M***** ******! My expletive burst forth into the chilly evening sky as the wheelbarrow fell over crashing to the ground, spilling the bags of pelleted bedding. It was dark, I was angry, and I was exhausted. I had had enough. It had been a very long day and it was now after 10 pm. My day hadn’t been so bad until the second from the last appointment of the day, a very difficult session. One that left me angry and sad. And now here I was in the dark, alone, and with one more dirty stall to clean.
As I stood there with my heavy heart, feeling sad and lonely, a voice called out in the darkness: “Are you okay?”
Crap, I thought, blushing a little in the night air as I thought about how I had just sworn so vehemently. It’s not like I don’t swear, I just hardly ever use those two words together, probably because they always seem so harsh. And that’s why I had used them. I wanted some angry words to hurl.
As I looked around the corner of my van I could see someone walking towards me. A woman, dressed casually, holding a cigarette yet unlit.
“I heard the crash and thought I would come and see if you needed some help,” she said. “Are you still cleaning stalls? I could help you.”
“No, that’s okay. I’ve just had a really long day. I’m exhausted and I am just really done. Swearing just seemed like the thing to do,” I told her.
She came forward into the light and I could see her better. A woman of about my age, dressed in white jeans, a white top, a white parka, and looking a bit tentative herself. A pretty good reflection of how I was feeling at the moment.
“Is that horse yours?” she asked, pointing her finger at my big Belgian mare.
“Yes, she is,” I answered. “She’s a big sweetheart.”
She went on to ask me questions about all three of my horses, their friendly heads over their stall doors, munching hay. We exchanged pleasantries in the night, the horses the only witness to our late evening conversation. I kept unloading my bags of bedding from my van as we talked, placing it in the wheelbarrow. I usually carried it a bag at a time into my tack room, but I was just too damn tired tonight.
When I was finished, I remembered the cookies. My daughter had left a package of Oreos in the van, and I offered some to my new acquaintance. She accepted, and I walked around the van to get them. We stood there in the dark night; the stars bright above, the pale barn lights illuminating the shed row behind us. She told me she was there to check on her friend’s horse, an aging old boy with cataracts. She asked me if I kept my horses there all the time, and I told her how I can’t wait to take them home next month. We were boarding our horses during the winter so as to be closer to the practices my daughter attends for her equestrian team, but it hadn’t turned out as wonderfully well as I had hoped.
“This feels like horse prison to me,” I said. “They’re all cooped up in these stalls all day and it’s just not natural. That’s why I can’t wait to take them home. We were just here for the winter.”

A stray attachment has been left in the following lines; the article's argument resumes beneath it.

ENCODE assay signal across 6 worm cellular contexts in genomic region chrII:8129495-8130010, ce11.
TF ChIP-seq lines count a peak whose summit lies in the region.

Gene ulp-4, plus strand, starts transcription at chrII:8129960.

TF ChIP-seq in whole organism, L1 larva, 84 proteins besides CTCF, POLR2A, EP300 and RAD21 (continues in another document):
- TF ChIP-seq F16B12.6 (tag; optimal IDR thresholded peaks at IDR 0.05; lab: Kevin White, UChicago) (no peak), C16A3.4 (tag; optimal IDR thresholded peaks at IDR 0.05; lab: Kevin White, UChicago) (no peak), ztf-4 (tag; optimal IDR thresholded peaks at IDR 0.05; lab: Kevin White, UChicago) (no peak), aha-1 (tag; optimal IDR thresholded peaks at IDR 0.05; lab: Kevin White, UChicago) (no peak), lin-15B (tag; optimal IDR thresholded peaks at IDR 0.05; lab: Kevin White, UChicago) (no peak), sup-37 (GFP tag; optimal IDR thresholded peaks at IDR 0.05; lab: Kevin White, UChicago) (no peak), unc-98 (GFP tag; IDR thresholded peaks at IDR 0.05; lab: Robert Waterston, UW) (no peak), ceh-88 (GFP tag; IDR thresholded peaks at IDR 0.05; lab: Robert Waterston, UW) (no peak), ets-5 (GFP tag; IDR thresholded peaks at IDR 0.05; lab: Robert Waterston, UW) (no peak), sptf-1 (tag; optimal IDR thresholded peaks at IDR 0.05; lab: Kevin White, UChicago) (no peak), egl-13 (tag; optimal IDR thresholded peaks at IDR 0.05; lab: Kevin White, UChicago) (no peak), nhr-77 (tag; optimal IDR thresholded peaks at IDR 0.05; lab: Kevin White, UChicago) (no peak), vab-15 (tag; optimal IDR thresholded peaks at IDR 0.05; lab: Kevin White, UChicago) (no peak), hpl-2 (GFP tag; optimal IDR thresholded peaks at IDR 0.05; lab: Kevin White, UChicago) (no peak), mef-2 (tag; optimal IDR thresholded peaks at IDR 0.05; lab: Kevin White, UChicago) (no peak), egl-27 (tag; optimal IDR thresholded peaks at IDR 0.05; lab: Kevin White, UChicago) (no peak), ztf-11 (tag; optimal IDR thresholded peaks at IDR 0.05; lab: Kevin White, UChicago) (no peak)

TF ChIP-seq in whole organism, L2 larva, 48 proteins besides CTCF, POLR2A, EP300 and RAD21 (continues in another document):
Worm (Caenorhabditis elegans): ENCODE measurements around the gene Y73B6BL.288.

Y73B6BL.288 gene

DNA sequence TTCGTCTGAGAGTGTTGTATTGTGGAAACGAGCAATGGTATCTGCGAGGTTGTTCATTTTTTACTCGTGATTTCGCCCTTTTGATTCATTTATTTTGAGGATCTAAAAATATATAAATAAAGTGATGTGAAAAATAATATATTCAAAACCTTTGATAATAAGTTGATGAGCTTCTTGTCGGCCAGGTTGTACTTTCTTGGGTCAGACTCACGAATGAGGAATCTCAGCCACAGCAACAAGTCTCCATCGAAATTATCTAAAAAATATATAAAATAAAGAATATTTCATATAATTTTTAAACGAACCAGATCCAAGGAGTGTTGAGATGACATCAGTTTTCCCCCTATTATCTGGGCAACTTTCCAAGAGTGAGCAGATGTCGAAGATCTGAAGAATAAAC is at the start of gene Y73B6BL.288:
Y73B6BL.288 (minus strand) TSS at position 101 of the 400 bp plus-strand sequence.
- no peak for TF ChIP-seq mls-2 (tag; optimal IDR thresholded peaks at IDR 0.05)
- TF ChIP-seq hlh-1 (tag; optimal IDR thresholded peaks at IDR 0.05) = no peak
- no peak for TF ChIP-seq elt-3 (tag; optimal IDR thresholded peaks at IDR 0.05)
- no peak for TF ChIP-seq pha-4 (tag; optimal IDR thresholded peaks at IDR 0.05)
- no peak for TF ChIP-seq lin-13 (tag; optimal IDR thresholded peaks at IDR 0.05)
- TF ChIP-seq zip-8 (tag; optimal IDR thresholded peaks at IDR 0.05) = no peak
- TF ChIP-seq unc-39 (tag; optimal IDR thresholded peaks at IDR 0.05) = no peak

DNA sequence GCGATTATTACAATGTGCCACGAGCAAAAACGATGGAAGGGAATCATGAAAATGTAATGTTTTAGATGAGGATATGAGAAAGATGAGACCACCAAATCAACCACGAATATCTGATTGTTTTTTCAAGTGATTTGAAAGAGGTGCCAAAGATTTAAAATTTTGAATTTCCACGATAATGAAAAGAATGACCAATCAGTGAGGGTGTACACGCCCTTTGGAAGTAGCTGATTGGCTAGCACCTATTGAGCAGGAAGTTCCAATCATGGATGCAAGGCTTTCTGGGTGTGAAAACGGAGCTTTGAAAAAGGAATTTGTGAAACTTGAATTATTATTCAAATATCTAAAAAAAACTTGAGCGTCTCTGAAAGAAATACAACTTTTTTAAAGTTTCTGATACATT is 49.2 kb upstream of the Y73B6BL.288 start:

And it was true I couldn’t wait to take them home. This winter I had spent more time cleaning stalls than I would care to admit. By the time we got done cleaning stalls it was often so late and so dark we didn’t want to do anything else but go home, a 40 minute drive. So our grand plans of riding all winter had slowly drifted down the drainage pipe, and we had spent more time in the stalls than in the saddles. Out where we live it is uncommon to find anywhere that gives full-service boarding. So the feeding and watering was kindly done by others and we helped out those who helped us, too, taking turns at taking care. We couldn’t have done it without them and it’s a neighborly way of taking care of horses. But when it came to the stalls that was another matter. And our three great big horses had plenty to offer up in that department. Their mamas had not taught them how to keep their rooms clean. As a result, my daughter, her friend, and I had been spending way more quality time with manure than with the beauties who produced it.
As I leaned against my van in the dark, talking to this friendly soul, I could feel the anger and the frustration of the day slip away from me. My days did not usually end this way. I have work that I love as a family therapist, and most days ended on a positive note. This particular afternoon I was frustrated by a session that made my heart sad. My anger was for my client and the domestic violence situation she was in. My frustration was because I couldn’t just magically make everything all better for her. And while my work is not about me, but about my clients, sometimes I wish they could see who I really am. So they could know that I am more than just another well-meaning therapist in a brightly colored dress. I’m a mom, a wife, and a woman who knows how to shovel shit, damn it. I know what hardship is like, and I do get you.
In the darkness with this new friend, sharing cookies under the stars, talking about horses and how they got their names, I felt my sadness melt away. I remembered why I love my horses so much, why they will always be a part of my life, and why I will keep shoveling manure. And why I do what I do. Why I’ll go back to my work tomorrow and find ways to be even better at what I do.
I think that woman in the dark…dressed in white, by the way…I mean, who goes to a barn dressed in white?…was sent to bring me that reminder and to show what a difference a friendly voice in the dark and a cookie can make.